Conservatives snub Bush
Washington - The patriarch of US conservatives urged his followers on Sunday to halt their financial support of the Republican Party and start an independent movement, creating a major political shift that could result in heavy losses for the US ruling party in upcoming elections.
Richard Viguerie, who was instrumental in cementing the winning coalitions behind Ronald Reagan in 1980 and George W Bush in 2000, declared that conservatives were "downright fed up" with both the president and congressional Republicans and should strike out on their own.
"At the very least, conservatives must stop funding the Republican National Committee and other party groups," Viguerie wrote in a lengthy essay in The Washington Post.
He suggested conservatives "redirect their anger into building a third force - not a third party, but a movement independent of any party" and lay the groundwork for the 2008 election campaign, hoping that a new generation of conservative leaders will emerge by then.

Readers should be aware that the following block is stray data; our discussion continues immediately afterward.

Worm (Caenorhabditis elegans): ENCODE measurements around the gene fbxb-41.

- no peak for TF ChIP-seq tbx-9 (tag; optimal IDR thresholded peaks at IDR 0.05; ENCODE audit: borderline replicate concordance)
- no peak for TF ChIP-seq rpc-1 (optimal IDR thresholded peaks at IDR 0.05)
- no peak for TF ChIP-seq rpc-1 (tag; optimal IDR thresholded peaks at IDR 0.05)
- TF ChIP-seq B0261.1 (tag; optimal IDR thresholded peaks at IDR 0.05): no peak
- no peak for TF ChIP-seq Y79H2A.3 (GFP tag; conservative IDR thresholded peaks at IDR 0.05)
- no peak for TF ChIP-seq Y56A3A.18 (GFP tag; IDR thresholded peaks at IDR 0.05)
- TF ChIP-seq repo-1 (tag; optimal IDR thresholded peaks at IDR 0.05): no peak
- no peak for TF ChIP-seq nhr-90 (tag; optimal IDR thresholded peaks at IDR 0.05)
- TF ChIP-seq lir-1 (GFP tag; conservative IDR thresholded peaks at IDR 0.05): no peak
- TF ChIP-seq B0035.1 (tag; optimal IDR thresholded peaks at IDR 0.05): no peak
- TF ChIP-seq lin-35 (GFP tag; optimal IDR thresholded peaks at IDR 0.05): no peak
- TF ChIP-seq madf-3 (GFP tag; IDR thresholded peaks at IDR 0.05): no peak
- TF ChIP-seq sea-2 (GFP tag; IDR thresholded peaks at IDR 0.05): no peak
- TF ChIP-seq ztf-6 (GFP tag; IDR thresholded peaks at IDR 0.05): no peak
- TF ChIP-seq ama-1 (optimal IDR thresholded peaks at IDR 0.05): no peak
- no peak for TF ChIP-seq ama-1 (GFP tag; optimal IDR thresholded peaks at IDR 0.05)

Traditional conservatives, who abhor big government and excessive spending, equate abortion with murder and emphasize individualism over collectivism, have always formed the so-called "base" of the Republican Party and determined its viability as a political organisations.
The integrity and loyalty of this core is considered key to the party's success in any election.
Viguerie's public outburst against both Bush and his congressional allies as well as his suggestion that conservatives should sit out the next election is seen as another ominous sign for the party less than six months before the November congressional vote.
A Washington Post-ABC News opinion poll released last week found that Republican disapproval of Bush's presidency had increased from 16 percent to 30 percent in just one month.
Viguerie acknowledged that a conservative boycott in November will likely spell defeat for the Republicans, but insisted it would be for the long-term good of the conservative movement.
"If conservatives accept the idea that we must support Republicans no matter what they do, we give up our bargaining position and any chance at getting things done," he reasoned. "Sometimes it is better to stand on principle and suffer a temporary defeat."
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